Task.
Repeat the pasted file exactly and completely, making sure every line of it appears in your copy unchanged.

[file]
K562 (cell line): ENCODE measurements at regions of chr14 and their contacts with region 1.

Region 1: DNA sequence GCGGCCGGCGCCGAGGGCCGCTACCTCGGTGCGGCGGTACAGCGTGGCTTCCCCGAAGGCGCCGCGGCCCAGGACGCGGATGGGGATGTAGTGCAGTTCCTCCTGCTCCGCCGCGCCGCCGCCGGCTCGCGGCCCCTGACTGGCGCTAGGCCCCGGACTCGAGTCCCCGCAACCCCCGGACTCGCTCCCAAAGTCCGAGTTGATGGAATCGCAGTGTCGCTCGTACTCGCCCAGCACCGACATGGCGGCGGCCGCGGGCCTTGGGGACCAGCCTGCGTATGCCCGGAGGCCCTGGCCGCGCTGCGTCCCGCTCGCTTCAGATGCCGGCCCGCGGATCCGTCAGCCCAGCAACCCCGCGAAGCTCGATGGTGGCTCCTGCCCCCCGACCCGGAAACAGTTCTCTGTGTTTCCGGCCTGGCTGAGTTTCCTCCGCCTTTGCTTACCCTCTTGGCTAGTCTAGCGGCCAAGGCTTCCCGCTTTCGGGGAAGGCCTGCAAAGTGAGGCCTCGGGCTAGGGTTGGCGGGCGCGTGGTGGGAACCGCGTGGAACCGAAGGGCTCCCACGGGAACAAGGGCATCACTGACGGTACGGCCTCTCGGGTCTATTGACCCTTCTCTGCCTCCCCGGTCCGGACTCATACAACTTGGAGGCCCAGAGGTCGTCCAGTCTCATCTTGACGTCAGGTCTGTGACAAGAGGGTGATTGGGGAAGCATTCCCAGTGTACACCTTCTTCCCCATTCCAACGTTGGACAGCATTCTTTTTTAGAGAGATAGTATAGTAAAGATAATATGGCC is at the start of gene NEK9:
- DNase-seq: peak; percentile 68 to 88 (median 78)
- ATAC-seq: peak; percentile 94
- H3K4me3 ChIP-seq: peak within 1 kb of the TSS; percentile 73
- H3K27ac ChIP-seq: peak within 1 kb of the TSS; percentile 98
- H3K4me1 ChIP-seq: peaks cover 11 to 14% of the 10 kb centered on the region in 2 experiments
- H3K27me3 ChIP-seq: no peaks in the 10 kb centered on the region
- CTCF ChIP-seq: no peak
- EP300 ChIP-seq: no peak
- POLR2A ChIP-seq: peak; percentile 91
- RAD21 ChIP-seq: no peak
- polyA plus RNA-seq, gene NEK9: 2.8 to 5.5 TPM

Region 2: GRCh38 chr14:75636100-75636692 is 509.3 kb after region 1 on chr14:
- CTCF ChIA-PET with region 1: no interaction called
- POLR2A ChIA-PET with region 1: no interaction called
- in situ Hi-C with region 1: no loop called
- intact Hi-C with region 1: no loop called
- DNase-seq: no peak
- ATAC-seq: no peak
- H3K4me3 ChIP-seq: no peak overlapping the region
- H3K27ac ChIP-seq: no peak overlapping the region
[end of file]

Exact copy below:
K562 (cell line): ENCODE measurements at regions of chr14 and their contacts with region 1.

Region 1: DNA sequence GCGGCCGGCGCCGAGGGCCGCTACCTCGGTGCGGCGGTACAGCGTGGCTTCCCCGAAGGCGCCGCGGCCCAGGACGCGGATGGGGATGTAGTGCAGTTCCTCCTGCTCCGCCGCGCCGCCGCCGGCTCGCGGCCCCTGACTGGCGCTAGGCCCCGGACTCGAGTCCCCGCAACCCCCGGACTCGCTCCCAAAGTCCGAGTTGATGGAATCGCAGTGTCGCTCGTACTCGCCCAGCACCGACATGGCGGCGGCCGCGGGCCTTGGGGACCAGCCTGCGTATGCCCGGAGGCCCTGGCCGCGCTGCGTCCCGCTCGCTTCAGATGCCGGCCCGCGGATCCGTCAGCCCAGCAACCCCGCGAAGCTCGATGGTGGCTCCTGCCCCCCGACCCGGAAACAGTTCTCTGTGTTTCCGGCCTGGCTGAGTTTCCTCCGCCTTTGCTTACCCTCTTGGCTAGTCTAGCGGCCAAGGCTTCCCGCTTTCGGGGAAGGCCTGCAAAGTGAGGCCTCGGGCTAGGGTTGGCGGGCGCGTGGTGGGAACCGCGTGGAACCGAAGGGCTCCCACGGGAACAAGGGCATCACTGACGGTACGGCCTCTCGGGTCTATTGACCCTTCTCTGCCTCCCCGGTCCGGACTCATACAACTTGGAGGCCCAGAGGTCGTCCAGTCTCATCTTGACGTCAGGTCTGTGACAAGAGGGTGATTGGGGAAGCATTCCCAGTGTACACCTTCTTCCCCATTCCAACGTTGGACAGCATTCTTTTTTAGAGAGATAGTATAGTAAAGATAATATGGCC is at the start of gene NEK9:
- DNase-seq: peak; percentile 68 to 88 (median 78)
- ATAC-seq: peak; percentile 94
- H3K4me3 ChIP-seq: peak within 1 kb of the TSS; percentile 73
- H3K27ac ChIP-seq: peak within 1 kb of the TSS; percentile 98
- H3K4me1 ChIP-seq: peaks cover 11 to 14% of the 10 kb centered on the region in 2 experiments
- H3K27me3 ChIP-seq: no peaks in the 10 kb centered on the region
- CTCF ChIP-seq: no peak
- EP300 ChIP-seq: no peak
- POLR2A ChIP-seq: peak; percentile 91
- RAD21 ChIP-seq: no peak
- polyA plus RNA-seq, gene NEK9: 2.8 to 5.5 TPM

Region 2: GRCh38 chr14:75636100-75636692 is 509.3 kb after region 1 on chr14:
- CTCF ChIA-PET with region 1: no interaction called
- POLR2A ChIA-PET with region 1: no interaction called
- in situ Hi-C with region 1: no loop called
- intact Hi-C with region 1: no loop called
- DNase-seq: no peak
- ATAC-seq: no peak
- H3K4me3 ChIP-seq: no peak overlapping the region
- H3K27ac ChIP-seq: no peak overlapping the region